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Do Physicians Have Adequate Knowledge of Child Sexual Abuse? The Results of Two Surveys of Practicing Physicians, 1986 and 1996

NCJ Number
Child Maltreatment Volume: 5 Issue: 1 Dated: February 2000 Pages: 72-78
Kirsten A. Lentsch M.D.; Charles F. Johnson
Mark Chaffin
Date Published
7 pages
Two surveys conducted in 1986 and 1996 found physician knowledge of and biases regarding child sexual abuse changed over time.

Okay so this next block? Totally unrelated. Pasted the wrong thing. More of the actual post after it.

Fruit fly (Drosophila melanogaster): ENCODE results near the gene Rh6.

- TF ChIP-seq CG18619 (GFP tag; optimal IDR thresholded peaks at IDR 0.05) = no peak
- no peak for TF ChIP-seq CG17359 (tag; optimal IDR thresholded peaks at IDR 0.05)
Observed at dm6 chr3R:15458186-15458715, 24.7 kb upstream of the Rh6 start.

Questionnaires, previously used in 1986, were mailed to 370 physicians in Columbus, Ohio. Consideration was paid to how physicians viewed five demographic factors that may increase the risk of child sexual abuse: low income, urban living, large family, white, and black. More physicians in 1996 correctly denied an association between specific sociological factors and the likelihood of child sexual abuse. In 1996, about 72 percent (in 1986 77 percent) of physicians said they checked the genitalia of pre-pubescent females more than half of the time. Physicians who saw more than 25 pediatric patients per week were significantly more likely to check the genitalia, whereas physicians with more than 10 years experience were less likely to check the genitalia. Physicians surveyed in 1996 were more knowledgeable about socioeconomic and behavioral aspects of child sexual abuse but continued to be deficient in identifying pre-pubescent female genital anatomy and in reporting suspected abuse. The authors believe more education is necessary to correct these deficits. 28 references, 5 tables, and 3 figures